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Shrob, Ill., May 7,1859.

Dear Brother Beebe: I earnestly desire you to answer, through the SIGNS, the following questions: 1. Why do the Old School Baptists object to their members joining secret and oath-bound orders, as the Free Masons and Odd Fellows? 2. What course should a gospel church take with members who join these orders and attend their lodges? For one, I feel deeply the importance that the Baptists should be well nformed on these points, for numbers of them are joining these orders. I mourn that it is so. Please answer early. Affectionately your unworthy brother,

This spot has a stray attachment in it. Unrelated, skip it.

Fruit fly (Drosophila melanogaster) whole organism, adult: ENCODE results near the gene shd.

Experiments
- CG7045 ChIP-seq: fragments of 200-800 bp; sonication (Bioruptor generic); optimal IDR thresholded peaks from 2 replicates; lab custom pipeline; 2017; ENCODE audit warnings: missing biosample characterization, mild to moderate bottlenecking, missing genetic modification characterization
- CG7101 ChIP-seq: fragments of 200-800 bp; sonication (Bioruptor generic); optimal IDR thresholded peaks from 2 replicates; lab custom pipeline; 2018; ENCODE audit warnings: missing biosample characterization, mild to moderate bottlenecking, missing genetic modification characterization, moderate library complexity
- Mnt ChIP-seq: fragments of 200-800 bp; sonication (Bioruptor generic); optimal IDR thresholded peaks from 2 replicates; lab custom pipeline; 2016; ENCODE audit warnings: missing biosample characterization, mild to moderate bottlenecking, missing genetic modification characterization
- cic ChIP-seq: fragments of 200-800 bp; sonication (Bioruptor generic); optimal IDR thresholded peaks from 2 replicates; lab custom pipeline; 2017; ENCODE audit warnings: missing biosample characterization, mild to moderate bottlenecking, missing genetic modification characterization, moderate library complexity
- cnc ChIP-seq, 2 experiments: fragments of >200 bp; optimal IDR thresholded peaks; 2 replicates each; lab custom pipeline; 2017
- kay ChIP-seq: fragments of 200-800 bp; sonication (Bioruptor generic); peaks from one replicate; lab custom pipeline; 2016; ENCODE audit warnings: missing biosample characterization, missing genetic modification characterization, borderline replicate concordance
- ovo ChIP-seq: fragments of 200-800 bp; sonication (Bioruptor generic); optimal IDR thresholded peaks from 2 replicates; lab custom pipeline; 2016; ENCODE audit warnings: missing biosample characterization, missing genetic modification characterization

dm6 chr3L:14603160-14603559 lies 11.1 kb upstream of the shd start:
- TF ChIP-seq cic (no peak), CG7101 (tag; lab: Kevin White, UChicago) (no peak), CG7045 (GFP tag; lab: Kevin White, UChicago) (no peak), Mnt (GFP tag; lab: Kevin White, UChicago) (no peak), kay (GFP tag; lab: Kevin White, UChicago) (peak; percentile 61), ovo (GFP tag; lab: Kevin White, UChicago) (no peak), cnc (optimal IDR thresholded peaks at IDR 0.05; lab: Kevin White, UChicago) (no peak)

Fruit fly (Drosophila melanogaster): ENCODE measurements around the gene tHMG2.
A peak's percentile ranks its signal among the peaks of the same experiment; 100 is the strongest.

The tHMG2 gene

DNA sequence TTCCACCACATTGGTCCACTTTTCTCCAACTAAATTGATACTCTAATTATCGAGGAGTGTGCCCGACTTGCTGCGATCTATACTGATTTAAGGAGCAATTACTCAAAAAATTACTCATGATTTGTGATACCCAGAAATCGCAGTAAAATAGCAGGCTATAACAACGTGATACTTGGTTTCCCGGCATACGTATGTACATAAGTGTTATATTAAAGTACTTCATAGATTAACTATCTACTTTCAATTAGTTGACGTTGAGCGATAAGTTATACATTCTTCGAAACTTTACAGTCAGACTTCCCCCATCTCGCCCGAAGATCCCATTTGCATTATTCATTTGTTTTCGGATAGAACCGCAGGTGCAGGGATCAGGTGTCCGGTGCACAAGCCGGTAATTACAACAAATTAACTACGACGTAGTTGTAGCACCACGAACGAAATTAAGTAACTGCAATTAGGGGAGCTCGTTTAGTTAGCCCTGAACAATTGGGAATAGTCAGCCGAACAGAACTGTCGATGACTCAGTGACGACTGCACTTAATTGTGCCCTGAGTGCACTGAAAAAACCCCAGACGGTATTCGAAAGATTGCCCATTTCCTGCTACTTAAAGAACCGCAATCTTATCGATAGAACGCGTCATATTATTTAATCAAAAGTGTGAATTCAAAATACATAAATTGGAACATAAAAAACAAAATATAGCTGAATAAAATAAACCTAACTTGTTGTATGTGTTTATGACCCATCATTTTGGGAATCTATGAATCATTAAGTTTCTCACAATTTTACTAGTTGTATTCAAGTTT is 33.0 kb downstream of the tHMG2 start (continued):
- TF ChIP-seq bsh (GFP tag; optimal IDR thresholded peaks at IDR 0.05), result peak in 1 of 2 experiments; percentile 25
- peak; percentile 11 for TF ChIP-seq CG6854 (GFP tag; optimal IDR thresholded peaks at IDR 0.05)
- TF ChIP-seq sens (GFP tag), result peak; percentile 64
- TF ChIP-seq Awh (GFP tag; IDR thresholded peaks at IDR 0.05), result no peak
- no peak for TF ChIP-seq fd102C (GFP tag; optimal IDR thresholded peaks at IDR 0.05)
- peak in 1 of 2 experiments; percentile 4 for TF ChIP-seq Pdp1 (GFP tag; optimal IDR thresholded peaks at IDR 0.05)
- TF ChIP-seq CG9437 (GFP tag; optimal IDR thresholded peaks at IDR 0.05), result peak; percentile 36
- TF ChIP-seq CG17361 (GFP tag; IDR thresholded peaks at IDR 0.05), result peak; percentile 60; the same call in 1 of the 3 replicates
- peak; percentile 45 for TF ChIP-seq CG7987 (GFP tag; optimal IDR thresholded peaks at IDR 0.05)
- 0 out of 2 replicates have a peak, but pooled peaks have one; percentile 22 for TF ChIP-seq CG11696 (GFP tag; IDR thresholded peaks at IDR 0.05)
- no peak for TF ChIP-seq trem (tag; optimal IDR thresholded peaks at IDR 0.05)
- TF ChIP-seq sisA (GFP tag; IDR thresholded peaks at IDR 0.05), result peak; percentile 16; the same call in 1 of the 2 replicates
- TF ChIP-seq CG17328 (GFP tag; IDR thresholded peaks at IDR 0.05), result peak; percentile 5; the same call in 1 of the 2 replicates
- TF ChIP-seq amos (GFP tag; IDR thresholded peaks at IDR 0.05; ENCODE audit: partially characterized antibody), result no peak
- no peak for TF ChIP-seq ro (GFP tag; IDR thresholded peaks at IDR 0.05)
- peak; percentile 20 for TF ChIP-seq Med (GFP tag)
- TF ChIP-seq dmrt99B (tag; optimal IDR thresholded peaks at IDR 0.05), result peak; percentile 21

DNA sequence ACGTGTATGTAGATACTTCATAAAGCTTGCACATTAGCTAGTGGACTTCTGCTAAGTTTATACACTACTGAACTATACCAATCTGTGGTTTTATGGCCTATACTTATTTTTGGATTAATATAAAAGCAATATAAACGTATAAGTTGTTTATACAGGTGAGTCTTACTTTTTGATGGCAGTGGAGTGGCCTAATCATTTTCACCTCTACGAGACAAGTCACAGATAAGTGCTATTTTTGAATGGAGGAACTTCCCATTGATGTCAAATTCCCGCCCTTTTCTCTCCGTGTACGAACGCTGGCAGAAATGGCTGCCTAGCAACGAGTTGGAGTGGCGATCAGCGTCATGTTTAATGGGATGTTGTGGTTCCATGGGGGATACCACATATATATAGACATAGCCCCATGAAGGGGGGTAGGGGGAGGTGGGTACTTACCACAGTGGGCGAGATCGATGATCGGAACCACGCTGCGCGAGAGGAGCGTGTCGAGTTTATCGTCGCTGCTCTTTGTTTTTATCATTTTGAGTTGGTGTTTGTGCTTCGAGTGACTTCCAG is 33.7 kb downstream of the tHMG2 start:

Reply: In replying to the inquiries of brother Bartley, it is not necessary for us to attempt to show what are the merits or demerits of the societies or orders of which he speaks, and we frankly confess our utter inability to do so from our own knowledge. We have never been connected with any of them, either directly or indirectly. Like most of the modern self-styled religious societies of the present age, these orders claim to be benevolent, moral and philanthropic, and to possess some valuable secret, which their philanthropy does not lead them to divulge without money and without price. Our soul has never come, or sought to come, into their secrets, with their assemblies we have had no inkling to be connected. As worldly, social or benevolent institutions, we shall not attempt to analyze them, nor to pronounce sentence of approval or condemnation on them. But the question of our brother calls for the reason of the course pursued by the Old School Baptists in regard to their own members, and we deem it proper that we should, so far as we are able, reply to his inquiries. Of course he does not expect us to answer for all the Old School Baptists, or to pledge all Old School Baptists to indorse what we may say on this or any other subject, but merely to give such reasons as have weight on our own mind on the subject.